The Introduction shows the advantages of understanding money as a relation between money issuer and money users. It discusses how different money creation mechanisms shape money users' agency and knowledge, and the political-economic stakes involved in decisions about who should make money and according to what rules. If money creation is a political process, it is important to realize that money users in the past have reshaped their relation with the money issuer even if today's money users are disconnected from knowledge about money creation.
This chapter showcases how money users in British colonial North America learned about the design of monetary institutions, the hierarchy of money, and its connection with taxation. Money creation was directly connected to electoral politics, and money users understood currency creation and taxation as a single field of collective practice. This chapter discusses the pay tokens that settlers and their governments used, as well as connections between municipal, colonial, and imperial finance, through a discussion of Massachusetts and a comparative analysis of middle and southern colonies.
This chapter discusses moral economies of money in British colonial North America. It discusses struggles about money creation and acceptance, focusing on grassroots practices and pamphlets that reveal popular knowledge about money creation. Because they understood money creation as a political process, colonists became users and makers of money who wanted to take part in decisions about how currency reached them, and how much of it, to shape society in a way they deemed just. The chapter also analyzes the practices and knowledges of those actors who wanted to silence moral economies.
This chapter introduces monetary silencing as a historical process. The US Constitution removed the right of money issue from states and placed it with federal institutions that it insulated from popular pressure. States and the federal government then chartered corporate banks that issued notes. Large groups perceived banks as immoral, and they channeled their frustration through a focus on commodity money. "Paper money," identified with banks, was now unjust, while legitimate money was now specie (silver and gold coins). This Jacksonian critique of the monetary status quo participated in a silencing process because it abandoned the eighteenth-century idea that money is a governance project its users can democratize.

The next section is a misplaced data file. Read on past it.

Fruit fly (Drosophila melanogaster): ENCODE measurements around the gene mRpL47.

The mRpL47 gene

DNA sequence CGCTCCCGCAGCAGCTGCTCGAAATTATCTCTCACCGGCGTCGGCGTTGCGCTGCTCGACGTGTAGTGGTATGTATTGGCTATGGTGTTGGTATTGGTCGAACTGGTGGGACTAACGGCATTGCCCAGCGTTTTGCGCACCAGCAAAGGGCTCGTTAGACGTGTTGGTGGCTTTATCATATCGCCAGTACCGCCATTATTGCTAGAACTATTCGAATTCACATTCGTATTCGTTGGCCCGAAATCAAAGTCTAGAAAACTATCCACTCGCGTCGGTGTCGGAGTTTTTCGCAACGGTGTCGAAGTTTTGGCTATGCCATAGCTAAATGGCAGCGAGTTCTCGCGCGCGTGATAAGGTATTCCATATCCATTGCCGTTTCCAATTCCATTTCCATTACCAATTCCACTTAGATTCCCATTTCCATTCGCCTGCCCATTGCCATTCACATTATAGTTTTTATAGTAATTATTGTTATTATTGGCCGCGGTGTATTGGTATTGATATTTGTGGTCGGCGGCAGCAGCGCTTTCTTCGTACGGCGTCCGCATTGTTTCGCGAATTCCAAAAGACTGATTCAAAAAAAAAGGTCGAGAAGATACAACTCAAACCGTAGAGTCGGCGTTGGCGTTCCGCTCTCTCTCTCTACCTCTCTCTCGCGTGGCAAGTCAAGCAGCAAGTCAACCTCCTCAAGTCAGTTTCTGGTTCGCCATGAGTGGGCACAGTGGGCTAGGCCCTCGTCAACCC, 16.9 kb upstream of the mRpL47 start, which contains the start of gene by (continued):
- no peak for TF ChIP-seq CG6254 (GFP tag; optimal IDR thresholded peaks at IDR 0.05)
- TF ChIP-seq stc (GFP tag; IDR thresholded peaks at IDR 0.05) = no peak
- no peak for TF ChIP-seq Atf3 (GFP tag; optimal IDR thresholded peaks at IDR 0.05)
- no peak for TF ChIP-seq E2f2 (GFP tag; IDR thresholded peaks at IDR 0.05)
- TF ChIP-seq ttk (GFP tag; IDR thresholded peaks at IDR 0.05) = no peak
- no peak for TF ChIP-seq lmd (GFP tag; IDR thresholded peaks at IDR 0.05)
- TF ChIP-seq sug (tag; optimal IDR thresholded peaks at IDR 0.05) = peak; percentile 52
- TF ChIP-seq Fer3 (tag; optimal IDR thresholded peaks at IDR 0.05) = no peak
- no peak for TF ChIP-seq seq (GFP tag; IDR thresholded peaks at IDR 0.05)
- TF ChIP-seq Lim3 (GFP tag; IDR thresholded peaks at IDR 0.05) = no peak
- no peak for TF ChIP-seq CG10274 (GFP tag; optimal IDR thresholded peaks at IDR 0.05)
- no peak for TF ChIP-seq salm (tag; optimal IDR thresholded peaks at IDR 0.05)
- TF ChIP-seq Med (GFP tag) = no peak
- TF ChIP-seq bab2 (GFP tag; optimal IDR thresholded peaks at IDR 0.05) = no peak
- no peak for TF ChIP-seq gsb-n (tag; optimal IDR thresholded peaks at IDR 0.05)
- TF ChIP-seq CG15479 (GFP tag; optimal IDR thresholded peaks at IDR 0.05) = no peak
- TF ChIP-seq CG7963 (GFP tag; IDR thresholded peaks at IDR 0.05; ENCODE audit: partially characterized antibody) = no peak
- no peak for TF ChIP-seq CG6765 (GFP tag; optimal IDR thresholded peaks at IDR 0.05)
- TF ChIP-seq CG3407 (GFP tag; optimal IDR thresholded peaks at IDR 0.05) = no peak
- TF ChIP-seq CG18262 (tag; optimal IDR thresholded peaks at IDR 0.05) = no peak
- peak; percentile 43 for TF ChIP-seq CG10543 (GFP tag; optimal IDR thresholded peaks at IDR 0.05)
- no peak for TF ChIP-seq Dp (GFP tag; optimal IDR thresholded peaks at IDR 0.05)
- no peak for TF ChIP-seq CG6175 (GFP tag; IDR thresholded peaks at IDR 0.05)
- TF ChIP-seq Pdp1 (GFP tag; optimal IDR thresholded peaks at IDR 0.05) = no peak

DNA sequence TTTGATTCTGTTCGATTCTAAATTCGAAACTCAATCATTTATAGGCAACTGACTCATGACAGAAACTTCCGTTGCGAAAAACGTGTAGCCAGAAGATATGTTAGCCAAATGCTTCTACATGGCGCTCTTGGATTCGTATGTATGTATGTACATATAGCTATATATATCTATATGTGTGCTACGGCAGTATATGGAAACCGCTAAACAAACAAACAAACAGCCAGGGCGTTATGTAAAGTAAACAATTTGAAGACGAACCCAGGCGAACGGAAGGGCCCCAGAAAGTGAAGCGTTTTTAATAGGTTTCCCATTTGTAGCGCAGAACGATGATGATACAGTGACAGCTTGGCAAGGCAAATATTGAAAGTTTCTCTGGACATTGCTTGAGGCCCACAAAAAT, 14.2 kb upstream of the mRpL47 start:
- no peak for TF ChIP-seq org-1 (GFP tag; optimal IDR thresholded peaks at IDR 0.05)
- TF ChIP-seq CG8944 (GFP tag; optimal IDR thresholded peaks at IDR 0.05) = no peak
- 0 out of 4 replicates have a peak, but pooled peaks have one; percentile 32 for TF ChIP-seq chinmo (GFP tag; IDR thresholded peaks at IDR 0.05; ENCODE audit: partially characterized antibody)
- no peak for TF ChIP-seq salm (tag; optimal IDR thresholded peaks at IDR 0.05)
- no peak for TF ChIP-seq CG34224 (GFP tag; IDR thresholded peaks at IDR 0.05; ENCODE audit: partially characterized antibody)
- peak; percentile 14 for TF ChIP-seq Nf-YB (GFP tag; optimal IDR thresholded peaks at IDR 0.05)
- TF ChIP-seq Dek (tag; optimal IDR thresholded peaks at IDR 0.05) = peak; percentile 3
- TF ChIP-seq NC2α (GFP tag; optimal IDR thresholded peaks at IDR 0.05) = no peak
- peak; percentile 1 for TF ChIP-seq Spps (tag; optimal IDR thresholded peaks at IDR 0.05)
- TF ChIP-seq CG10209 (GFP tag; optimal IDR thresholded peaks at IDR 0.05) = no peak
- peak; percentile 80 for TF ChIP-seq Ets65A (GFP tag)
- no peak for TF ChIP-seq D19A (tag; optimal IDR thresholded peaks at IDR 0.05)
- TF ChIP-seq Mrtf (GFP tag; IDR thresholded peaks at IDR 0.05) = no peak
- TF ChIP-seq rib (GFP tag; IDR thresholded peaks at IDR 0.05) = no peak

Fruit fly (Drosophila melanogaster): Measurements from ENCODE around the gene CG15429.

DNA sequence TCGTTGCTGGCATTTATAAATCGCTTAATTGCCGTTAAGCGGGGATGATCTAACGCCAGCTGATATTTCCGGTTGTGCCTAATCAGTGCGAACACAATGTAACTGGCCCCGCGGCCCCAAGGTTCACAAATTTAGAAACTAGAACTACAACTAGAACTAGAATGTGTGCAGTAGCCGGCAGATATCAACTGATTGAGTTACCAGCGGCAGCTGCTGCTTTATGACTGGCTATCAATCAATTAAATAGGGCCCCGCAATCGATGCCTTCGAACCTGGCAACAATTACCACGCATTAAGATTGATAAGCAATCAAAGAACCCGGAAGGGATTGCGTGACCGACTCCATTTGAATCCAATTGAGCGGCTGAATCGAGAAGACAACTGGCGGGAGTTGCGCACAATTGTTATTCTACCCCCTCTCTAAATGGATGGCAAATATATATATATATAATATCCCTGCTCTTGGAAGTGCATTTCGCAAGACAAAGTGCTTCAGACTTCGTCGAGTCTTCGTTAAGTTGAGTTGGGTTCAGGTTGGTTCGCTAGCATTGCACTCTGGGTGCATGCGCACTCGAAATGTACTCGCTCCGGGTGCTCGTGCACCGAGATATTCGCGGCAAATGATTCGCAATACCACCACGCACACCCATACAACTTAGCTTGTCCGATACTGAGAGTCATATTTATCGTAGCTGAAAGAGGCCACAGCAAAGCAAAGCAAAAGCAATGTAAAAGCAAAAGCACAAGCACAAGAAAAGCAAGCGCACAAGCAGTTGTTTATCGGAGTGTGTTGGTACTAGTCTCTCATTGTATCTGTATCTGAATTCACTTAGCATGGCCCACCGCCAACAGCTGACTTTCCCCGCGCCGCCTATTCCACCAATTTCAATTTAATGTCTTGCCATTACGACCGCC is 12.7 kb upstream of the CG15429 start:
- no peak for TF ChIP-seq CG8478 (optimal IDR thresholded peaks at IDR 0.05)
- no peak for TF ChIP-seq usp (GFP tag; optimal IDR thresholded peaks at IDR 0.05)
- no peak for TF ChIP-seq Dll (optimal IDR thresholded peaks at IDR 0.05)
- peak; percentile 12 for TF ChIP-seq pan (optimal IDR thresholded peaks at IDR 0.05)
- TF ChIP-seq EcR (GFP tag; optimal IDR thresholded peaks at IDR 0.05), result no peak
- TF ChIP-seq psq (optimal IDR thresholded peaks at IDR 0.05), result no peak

This chapter shows how Civil War finance once again clarified the stakes of money creation and led important groups to develop moral economies of money. Civil War treasury currency (greenbacks) repoliticized money by demonstrating its character as a governance mechanism. In this context, large groups undermined the Jacksonian understanding of money, questioned the need for specie, and attempted to reshape monetary institutions.
Through a comparative analysis of gold standard advocates and Greenback moral economies, this chapter shows how different groups of money users imagined their place in the monetary system in the late nineteenth century. Gold standard advocates argued that people should relate to money as self-interested individuals only. For them, monetary success proved the value of someone's contribution to society, and the unsuccessful should not question money's verdict. Conversely, Greenbackers argued that monetary institutions required constant public vigilance and democratic governance. Money's verdict was questionable, and democratizing monetary design was the only way of ensuring its justice.
This chapter shows that in the early 1930s, jobless people and those facing foreclosure participated in moral economies of money. In response, New Dealers developed policies, institutions, and a rhetoric that allowed them to expand policy space while silencing moral economies. Despite a far-reaching restructuring of money creation, FDR denied the federal government's monetary agency and declared that the government was like a household that needed to pay back its debts. The chapter argues that New Deal policies shaped monetary silencing processes in the postwar era.
The conclusion analyzes the effects of New Deal monetary silencing to this day. It shows how the obscuring of monetary governance enabled a fictitious separation of the economic and the political with far-reaching repercussions, including effects on processes of racial structuring. It then discusses a policy, the federal Job Guarantee, that could enable a reemergence of moral economies of money. The conclusion ends with a nod to Kim Stanley Robinson's novel The Ministry for the Future, which educates readers about possible monetary responses to the unfolding climate catastrophe.